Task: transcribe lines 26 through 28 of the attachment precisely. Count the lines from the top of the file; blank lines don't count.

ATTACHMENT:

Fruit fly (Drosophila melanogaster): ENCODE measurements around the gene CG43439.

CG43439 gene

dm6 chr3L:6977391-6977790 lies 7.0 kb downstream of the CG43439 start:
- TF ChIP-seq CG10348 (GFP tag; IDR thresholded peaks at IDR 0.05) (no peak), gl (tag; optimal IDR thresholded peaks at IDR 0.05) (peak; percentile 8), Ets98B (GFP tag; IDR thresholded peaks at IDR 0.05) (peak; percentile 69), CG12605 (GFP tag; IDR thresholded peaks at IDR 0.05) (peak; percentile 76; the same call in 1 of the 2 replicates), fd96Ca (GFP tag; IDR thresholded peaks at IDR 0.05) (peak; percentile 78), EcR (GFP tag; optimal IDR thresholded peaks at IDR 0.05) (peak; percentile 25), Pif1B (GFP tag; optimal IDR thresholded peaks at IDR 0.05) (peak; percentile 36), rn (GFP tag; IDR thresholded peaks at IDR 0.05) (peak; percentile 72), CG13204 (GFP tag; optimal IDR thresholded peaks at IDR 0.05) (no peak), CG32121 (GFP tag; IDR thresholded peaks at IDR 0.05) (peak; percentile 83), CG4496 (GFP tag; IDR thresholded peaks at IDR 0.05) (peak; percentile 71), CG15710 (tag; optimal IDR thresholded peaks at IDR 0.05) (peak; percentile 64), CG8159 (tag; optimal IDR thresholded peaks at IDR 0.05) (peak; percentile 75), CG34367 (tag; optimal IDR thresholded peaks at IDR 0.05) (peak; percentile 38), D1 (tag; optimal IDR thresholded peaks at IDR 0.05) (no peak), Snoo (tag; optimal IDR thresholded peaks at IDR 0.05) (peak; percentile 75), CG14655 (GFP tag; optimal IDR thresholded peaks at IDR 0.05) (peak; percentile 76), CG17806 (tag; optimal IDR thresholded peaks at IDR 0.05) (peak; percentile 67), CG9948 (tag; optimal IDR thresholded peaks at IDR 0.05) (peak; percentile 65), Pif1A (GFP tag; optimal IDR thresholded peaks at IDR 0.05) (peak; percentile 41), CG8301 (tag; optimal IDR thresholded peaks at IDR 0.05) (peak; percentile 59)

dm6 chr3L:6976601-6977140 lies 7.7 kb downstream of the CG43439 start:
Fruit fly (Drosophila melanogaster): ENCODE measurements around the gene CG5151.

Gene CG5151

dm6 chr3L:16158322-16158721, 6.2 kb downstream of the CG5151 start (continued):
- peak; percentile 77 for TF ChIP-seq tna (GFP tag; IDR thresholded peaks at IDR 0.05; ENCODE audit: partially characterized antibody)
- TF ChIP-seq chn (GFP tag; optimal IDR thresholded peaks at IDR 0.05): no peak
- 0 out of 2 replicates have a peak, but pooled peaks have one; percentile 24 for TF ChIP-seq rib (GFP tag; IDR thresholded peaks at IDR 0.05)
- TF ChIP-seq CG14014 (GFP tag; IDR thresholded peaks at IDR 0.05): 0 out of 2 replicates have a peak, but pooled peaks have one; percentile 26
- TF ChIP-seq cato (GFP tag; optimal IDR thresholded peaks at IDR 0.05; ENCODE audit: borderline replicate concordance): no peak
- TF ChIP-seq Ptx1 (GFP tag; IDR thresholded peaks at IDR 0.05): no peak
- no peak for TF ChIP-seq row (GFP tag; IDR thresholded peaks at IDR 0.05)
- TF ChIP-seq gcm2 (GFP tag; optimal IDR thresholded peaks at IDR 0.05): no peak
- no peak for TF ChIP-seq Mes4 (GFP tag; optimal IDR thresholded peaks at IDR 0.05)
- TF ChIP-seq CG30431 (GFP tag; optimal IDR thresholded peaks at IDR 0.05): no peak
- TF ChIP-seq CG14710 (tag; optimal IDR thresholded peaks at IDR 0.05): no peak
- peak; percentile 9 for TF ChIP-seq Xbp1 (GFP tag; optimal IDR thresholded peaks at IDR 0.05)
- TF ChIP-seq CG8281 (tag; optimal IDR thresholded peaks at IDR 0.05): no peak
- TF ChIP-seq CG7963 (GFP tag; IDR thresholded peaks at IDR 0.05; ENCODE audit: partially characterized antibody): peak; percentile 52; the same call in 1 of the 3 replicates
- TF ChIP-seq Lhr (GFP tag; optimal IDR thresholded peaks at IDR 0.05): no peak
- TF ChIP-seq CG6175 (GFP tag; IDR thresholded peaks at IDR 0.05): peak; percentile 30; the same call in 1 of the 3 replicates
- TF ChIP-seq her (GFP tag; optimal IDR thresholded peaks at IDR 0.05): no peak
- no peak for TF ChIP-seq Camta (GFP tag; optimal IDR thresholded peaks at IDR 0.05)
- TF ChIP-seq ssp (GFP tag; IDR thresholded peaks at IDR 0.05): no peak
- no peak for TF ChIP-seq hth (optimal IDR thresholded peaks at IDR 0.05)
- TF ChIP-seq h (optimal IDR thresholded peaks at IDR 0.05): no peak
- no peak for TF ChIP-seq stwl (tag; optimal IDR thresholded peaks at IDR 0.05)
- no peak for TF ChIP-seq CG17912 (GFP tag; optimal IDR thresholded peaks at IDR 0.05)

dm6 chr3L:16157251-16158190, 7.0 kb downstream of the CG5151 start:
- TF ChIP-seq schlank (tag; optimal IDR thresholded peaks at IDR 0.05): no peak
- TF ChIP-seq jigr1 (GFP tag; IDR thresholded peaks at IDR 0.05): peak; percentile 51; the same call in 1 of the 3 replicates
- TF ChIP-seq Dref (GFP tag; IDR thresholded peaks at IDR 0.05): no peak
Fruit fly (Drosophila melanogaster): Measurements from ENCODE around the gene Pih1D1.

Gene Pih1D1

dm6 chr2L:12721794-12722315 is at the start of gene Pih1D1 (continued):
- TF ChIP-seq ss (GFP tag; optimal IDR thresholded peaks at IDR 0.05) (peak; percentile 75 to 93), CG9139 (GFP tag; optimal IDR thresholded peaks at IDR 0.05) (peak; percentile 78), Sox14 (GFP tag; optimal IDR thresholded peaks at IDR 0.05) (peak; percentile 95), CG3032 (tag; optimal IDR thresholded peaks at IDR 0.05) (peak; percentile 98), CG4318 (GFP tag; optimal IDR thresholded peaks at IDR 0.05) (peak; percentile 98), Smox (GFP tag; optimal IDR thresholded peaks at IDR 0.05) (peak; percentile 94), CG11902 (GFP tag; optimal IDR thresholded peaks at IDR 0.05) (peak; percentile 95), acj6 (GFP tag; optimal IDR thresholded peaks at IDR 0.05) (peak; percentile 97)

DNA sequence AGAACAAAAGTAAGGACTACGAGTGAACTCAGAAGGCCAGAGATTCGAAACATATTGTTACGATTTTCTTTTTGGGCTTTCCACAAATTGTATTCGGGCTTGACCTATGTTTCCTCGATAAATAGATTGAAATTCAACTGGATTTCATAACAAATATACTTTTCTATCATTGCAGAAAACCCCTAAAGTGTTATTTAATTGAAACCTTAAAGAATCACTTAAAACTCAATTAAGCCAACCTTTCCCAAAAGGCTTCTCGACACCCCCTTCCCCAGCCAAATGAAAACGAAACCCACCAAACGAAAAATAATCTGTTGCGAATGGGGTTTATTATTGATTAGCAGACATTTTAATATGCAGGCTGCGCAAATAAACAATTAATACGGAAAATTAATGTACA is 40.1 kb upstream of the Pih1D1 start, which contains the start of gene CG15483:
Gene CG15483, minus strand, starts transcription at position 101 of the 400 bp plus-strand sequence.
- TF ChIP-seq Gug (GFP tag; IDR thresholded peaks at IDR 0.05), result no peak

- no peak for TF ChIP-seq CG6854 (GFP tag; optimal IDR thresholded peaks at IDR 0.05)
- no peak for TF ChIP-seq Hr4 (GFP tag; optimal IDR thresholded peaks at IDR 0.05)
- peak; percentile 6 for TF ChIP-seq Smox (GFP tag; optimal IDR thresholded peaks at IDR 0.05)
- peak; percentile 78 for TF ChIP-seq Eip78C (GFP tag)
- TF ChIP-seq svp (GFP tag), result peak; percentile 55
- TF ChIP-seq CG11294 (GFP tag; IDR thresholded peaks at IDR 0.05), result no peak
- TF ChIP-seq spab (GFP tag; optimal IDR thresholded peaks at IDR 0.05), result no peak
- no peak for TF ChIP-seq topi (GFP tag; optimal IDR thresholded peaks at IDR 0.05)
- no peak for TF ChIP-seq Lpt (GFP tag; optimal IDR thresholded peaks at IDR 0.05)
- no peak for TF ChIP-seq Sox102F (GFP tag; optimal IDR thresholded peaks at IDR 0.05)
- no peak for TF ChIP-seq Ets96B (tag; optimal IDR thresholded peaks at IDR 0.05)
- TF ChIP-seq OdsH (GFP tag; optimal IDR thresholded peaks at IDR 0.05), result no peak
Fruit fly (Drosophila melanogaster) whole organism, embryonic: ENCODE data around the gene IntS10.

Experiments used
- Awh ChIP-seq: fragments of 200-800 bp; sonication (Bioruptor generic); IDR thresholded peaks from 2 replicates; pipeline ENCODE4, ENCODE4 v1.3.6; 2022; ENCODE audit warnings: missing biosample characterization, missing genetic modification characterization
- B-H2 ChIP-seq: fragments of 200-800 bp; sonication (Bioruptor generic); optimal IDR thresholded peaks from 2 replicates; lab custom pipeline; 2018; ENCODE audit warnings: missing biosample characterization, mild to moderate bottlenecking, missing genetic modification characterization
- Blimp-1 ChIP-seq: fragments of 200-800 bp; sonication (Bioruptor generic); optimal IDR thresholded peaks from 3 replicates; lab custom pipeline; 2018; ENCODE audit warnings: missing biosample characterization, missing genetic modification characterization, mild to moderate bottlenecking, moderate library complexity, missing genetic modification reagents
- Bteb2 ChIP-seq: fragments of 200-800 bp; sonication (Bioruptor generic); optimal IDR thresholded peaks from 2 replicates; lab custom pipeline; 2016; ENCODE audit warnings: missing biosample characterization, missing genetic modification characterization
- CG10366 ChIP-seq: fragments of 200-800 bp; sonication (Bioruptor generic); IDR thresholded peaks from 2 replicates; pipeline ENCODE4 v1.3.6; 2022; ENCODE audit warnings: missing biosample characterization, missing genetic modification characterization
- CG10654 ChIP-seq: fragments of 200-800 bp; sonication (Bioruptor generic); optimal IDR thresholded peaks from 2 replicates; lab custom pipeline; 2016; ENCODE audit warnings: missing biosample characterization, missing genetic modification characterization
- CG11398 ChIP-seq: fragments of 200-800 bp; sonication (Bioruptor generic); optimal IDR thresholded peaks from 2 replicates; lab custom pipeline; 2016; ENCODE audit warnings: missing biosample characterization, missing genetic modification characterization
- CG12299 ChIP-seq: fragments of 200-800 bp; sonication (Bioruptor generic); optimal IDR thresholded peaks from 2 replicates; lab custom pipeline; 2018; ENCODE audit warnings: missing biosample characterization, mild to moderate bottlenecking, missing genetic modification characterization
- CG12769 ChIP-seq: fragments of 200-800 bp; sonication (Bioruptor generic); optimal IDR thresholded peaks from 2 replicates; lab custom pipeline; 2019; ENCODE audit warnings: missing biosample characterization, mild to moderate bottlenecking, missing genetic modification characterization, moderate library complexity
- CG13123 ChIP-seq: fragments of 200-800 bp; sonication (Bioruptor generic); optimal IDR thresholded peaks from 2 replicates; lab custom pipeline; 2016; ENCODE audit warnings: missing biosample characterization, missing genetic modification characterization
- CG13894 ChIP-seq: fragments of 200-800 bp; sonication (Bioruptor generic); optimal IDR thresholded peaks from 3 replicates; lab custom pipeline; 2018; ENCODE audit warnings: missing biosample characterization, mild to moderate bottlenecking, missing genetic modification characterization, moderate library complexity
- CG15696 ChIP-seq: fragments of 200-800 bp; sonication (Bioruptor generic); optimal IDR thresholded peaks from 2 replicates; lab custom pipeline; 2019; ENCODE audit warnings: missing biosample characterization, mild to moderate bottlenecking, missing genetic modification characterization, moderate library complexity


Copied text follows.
- no peak for TF ChIP-seq Camta (GFP tag; optimal IDR thresholded peaks at IDR 0.05)
- TF ChIP-seq ssp (GFP tag; IDR thresholded peaks at IDR 0.05): no peak
- no peak for TF ChIP-seq hth (optimal IDR thresholded peaks at IDR 0.05)